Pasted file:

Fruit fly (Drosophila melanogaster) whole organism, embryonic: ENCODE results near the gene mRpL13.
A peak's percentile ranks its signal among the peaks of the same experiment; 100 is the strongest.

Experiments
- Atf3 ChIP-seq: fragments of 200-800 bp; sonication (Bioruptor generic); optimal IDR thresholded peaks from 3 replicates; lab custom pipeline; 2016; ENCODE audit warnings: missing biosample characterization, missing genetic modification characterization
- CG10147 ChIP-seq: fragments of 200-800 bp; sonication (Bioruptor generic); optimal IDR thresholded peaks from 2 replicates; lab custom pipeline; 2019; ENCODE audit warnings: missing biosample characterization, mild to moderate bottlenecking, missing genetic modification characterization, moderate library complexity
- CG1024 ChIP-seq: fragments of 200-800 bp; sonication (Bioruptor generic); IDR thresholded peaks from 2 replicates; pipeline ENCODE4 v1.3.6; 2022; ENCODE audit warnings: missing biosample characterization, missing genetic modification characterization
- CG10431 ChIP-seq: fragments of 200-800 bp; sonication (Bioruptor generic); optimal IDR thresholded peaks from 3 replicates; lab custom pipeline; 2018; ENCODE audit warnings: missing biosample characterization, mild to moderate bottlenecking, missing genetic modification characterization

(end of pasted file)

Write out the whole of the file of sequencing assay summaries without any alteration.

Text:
Fruit fly (Drosophila melanogaster) whole organism, embryonic: ENCODE results near the gene mRpL13.
A peak's percentile ranks its signal among the peaks of the same experiment; 100 is the strongest.

Experiments
- Atf3 ChIP-seq: fragments of 200-800 bp; sonication (Bioruptor generic); optimal IDR thresholded peaks from 3 replicates; lab custom pipeline; 2016; ENCODE audit warnings: missing biosample characterization, missing genetic modification characterization
- CG10147 ChIP-seq: fragments of 200-800 bp; sonication (Bioruptor generic); optimal IDR thresholded peaks from 2 replicates; lab custom pipeline; 2019; ENCODE audit warnings: missing biosample characterization, mild to moderate bottlenecking, missing genetic modification characterization, moderate library complexity
- CG1024 ChIP-seq: fragments of 200-800 bp; sonication (Bioruptor generic); IDR thresholded peaks from 2 replicates; pipeline ENCODE4 v1.3.6; 2022; ENCODE audit warnings: missing biosample characterization, missing genetic modification characterization
- CG10431 ChIP-seq: fragments of 200-800 bp; sonication (Bioruptor generic); optimal IDR thresholded peaks from 3 replicates; lab custom pipeline; 2018; ENCODE audit warnings: missing biosample characterization, mild to moderate bottlenecking, missing genetic modification characterization